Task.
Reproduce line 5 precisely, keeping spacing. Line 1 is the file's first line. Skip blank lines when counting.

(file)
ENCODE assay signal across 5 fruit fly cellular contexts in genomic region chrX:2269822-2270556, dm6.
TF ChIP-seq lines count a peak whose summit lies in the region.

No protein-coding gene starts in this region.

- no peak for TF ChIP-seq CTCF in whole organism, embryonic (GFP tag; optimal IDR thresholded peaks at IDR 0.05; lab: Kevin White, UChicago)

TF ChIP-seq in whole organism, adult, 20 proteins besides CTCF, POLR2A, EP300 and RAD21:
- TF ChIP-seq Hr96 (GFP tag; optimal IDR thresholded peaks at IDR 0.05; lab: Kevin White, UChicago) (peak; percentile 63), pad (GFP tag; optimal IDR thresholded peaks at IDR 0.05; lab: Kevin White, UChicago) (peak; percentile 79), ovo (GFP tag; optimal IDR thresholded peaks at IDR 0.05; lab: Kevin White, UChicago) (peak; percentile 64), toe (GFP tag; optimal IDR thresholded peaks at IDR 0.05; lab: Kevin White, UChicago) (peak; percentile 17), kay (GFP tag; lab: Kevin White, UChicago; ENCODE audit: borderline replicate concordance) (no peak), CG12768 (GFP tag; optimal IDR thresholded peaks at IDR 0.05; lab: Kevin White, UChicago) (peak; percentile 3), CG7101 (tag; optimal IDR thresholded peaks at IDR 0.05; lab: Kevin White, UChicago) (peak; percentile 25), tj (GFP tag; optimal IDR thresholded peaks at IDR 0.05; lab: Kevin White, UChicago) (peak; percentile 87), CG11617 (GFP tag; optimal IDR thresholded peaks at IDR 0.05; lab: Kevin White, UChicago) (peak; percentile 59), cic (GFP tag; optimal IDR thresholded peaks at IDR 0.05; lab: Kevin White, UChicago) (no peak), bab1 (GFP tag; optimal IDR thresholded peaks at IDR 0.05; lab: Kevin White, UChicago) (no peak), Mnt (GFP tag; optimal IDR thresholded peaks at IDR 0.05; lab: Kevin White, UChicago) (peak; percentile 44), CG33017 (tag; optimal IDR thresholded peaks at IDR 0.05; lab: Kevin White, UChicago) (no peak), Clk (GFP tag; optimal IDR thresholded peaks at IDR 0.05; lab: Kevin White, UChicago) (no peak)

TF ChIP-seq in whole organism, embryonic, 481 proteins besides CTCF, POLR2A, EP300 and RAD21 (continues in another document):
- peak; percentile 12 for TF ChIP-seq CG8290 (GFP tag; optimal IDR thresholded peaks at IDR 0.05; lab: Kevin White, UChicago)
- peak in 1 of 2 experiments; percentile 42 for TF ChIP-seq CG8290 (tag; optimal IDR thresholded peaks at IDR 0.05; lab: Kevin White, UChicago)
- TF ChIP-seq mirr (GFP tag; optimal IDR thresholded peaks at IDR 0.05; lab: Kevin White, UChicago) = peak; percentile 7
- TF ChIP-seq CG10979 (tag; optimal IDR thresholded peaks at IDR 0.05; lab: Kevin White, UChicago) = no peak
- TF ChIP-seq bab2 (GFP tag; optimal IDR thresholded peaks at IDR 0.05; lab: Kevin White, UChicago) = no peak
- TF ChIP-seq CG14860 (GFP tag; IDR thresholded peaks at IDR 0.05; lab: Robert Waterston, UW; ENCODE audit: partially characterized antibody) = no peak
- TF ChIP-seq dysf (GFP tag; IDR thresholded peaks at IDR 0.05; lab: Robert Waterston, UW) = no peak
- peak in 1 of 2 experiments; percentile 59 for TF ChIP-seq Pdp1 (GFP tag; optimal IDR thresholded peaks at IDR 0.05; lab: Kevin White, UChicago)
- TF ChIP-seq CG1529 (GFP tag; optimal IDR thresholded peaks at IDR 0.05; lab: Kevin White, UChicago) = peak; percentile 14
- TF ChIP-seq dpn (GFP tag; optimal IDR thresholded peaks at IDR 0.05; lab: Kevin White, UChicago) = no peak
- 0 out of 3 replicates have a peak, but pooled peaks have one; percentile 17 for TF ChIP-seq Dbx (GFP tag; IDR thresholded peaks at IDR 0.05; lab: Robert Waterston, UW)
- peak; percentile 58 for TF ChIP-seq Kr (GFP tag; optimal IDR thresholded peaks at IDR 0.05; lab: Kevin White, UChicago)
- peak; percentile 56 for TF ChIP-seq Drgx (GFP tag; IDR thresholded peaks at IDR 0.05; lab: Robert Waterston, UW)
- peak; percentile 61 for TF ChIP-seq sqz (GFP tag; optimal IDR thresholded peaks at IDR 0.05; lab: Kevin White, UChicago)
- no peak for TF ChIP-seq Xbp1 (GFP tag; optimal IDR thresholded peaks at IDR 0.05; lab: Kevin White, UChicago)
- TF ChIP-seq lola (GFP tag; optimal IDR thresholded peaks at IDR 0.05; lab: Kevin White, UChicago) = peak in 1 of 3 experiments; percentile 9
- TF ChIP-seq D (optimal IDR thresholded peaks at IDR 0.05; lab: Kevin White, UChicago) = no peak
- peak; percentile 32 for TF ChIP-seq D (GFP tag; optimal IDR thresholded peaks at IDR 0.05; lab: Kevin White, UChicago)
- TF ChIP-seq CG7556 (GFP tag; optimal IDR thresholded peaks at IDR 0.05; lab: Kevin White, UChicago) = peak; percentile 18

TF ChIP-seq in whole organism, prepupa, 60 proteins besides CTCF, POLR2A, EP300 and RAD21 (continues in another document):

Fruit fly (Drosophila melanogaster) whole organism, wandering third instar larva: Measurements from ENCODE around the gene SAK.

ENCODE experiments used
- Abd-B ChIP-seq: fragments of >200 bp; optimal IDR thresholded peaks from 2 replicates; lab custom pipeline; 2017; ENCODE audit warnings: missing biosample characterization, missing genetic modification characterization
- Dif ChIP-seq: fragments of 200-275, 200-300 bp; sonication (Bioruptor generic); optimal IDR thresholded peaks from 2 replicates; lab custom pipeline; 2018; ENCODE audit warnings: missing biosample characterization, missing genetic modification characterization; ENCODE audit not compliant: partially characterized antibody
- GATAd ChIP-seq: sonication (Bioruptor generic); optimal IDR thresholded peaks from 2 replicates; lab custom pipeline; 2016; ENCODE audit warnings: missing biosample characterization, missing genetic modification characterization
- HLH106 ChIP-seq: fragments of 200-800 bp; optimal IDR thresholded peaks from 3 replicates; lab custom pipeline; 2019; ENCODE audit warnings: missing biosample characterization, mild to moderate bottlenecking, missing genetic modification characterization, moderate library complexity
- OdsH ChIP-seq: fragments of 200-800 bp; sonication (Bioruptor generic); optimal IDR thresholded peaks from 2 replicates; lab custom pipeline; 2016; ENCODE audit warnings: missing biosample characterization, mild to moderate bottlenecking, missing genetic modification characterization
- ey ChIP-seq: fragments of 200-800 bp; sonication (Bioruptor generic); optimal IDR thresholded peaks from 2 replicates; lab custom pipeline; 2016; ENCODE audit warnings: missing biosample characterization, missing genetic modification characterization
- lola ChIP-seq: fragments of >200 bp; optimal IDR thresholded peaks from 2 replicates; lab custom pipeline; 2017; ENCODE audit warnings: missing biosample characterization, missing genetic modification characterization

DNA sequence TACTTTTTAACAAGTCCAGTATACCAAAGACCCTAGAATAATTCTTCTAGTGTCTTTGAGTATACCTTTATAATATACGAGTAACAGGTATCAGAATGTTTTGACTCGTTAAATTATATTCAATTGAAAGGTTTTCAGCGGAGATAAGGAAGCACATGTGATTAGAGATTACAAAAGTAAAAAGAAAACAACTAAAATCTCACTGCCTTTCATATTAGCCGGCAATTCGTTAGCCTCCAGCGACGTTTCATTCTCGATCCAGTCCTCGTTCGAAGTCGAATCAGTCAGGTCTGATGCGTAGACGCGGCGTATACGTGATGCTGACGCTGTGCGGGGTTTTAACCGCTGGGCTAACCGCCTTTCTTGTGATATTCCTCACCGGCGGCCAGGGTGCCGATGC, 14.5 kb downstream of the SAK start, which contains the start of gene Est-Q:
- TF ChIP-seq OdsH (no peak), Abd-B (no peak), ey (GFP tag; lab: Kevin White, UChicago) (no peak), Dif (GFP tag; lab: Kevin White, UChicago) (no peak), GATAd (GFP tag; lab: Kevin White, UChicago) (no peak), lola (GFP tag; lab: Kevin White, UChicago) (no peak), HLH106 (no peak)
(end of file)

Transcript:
TF ChIP-seq in whole organism, adult, 20 proteins besides CTCF, POLR2A, EP300 and RAD21: